This is just one small part of an interview with Jonathan Maberry, a Bram Stoker Award-winning author. It appeared on the Smashwords blog on Friday, July 13, 2012. He was discussing some of the advantages in combining traditional publishing with indie editions.
Smashwords accomplished something that a lot of people thought was impossible: it legitimized self-publishing in a way that not only made it easier to do, but it made top quality self-publishing easier. And, equally as important, it created a model for publishing that makes a pretty powerful statement: no work ever needs to go out of print. This is HUGE for authors with complex and/or long careers, because eventually some of our older works go out of print, or the rights contractually return to us. That leaves us with works that are no longer earning profits or royalties. That’s dead weight, and until Smashwords, every writer I knew had some of that dead weight. Now Smashwords has allowed us to breathe new life into those works. It puts them back onto the market in a way that makes it easy for anyone to purchase. They’re much easier to publicize (a Twitter post with a URL will do it), and it uses smooth e-commerce payment methods like Paypal. So, instead of sitting idle, these older works can reach the readers.
Now, here’s a couple of interesting side-effects with that –and these are the reasons so many name authors are choosing this method of self-pubbing. First, by keeping all of your older works on the market, you have more products to feed an established readership. You don’t lose readers between new projects because there’s something to lure then back to your brand.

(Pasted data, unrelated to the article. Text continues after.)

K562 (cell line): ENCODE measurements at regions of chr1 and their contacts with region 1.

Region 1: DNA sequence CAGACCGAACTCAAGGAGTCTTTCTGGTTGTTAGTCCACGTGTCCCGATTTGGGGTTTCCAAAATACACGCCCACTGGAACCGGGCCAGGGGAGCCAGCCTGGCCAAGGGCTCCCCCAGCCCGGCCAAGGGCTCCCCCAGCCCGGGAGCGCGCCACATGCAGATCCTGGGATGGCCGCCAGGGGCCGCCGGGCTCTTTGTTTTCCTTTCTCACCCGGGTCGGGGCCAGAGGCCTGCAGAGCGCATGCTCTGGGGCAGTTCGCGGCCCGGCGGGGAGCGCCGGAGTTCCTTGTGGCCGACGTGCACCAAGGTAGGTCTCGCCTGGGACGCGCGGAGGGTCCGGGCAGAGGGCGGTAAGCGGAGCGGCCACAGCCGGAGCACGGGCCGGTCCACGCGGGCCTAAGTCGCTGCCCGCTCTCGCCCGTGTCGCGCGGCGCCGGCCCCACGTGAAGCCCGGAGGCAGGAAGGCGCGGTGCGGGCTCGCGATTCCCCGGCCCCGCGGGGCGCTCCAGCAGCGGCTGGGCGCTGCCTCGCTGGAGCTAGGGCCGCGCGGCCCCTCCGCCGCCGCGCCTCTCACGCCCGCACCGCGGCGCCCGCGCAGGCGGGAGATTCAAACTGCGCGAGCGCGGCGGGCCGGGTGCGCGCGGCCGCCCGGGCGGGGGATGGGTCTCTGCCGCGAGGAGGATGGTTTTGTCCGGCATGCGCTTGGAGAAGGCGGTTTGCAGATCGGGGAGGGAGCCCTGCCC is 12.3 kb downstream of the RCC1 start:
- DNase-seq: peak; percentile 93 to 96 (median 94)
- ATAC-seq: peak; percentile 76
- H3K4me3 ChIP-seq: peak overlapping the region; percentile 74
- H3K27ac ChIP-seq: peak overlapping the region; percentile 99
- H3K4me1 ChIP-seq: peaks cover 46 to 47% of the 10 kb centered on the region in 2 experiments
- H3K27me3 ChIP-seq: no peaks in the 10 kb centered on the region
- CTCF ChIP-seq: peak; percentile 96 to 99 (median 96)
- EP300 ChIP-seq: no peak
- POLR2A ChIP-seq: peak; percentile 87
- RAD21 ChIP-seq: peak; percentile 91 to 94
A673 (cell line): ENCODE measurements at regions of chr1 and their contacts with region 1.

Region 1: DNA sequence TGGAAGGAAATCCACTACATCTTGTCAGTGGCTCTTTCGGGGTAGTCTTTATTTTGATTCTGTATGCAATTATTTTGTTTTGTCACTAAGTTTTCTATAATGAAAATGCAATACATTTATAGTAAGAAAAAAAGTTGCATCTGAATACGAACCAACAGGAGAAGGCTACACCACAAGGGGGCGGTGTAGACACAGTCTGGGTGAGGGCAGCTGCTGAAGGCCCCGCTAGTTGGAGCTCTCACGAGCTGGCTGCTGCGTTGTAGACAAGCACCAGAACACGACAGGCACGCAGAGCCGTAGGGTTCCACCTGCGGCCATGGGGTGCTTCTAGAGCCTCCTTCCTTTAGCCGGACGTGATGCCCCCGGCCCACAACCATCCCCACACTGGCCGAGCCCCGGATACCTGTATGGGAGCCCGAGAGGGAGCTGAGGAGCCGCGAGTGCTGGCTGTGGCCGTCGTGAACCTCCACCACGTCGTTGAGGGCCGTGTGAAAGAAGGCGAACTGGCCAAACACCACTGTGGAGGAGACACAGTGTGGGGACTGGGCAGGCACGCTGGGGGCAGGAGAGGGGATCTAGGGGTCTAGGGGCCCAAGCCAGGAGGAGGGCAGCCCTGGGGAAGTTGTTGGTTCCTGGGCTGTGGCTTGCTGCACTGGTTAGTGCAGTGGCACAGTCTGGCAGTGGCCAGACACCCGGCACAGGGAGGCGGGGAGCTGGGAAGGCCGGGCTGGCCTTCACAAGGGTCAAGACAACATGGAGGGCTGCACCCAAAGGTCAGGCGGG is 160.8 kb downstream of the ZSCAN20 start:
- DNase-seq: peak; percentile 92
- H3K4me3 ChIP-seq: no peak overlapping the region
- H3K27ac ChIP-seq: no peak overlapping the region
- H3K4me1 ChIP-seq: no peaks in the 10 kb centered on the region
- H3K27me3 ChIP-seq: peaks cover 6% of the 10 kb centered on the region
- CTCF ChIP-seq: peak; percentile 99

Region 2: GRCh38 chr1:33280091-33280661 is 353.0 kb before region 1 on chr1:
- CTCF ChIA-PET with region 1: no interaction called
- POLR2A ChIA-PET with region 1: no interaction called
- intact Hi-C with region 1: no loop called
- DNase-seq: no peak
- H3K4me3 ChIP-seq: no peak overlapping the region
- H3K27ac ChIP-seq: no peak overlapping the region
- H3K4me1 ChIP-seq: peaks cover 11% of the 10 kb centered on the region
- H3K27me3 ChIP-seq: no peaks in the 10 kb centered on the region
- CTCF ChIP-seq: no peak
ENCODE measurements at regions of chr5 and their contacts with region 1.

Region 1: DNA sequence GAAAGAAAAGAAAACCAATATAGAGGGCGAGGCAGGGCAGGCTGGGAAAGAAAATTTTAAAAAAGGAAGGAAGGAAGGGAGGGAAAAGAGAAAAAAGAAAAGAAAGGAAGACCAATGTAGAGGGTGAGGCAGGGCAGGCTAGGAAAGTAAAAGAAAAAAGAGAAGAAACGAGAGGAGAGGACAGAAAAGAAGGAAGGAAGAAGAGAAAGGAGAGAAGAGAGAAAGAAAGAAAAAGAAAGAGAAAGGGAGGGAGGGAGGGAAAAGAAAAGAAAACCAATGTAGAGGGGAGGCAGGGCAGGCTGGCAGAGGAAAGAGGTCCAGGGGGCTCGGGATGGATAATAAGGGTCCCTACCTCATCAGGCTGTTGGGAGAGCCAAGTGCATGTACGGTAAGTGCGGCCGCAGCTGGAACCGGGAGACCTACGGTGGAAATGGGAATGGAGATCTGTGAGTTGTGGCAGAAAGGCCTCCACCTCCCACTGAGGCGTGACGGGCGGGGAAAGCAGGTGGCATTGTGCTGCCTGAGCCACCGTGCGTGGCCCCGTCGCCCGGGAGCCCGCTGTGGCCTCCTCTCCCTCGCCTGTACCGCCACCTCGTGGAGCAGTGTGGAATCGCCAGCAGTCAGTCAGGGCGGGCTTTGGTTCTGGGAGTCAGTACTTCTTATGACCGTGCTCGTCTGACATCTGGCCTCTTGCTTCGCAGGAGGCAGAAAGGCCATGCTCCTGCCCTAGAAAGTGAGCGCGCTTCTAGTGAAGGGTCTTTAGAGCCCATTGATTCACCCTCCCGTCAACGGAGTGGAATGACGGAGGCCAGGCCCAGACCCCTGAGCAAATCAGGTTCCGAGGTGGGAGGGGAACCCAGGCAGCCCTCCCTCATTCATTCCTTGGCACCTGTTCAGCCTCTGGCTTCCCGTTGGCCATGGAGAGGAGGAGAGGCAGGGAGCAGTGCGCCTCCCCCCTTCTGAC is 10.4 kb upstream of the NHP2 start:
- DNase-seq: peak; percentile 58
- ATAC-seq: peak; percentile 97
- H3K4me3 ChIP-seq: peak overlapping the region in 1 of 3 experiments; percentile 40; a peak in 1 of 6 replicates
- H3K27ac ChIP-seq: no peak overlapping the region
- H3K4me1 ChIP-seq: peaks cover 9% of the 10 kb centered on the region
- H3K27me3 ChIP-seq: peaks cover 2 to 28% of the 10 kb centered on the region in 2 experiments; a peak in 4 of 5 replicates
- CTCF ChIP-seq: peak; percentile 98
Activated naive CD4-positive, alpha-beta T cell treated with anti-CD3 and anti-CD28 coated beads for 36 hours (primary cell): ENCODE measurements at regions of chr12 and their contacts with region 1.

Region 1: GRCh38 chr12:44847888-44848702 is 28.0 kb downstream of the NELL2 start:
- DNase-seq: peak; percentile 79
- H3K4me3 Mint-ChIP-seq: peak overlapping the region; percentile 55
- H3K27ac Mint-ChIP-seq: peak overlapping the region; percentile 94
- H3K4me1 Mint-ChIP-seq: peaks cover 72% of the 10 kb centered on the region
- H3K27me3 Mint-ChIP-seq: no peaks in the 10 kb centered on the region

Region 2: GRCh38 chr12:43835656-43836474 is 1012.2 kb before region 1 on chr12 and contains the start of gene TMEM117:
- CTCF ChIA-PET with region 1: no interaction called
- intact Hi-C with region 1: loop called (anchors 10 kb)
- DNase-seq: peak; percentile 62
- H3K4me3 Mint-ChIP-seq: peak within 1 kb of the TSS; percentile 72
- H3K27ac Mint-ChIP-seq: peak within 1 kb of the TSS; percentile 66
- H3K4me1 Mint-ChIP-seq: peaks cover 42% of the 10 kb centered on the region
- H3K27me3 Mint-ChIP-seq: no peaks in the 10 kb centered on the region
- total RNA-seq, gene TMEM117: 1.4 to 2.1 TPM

News about repubbed out-of-print works is also buzzworthy, so it gives you good content for social media.
It’s also a wonderful place to put those projects that wouldn’t otherwise have a home. A lot of authors have books or stories they couldn’t see because the current market wasn’t right for them. Trends change and bean-counters heavily influence what the big houses buy. So you might have a book that wouldn’t have big market appeal, but which you still feel is well written. With Smashwords, you can put that piece up, buzz it all over the place, and establish a unique readership for that piece. Since the mainstream market didn’t want it at the moment, then it’s not a competing product with your conventionally pubbed works. And, it works as brand reinforcement which will often drive readers TO your conventionally pubbed works.
And the other reason Smashwords works so well is that it was created as a class act. It looks as professional as it is, so it gives that pro look to self-pubbed works. That opens the door for writers to be read who might otherwise never be on the public radar. It reinvigorates stalled careers. And it supports the careers of top pros.
It’s all up-side.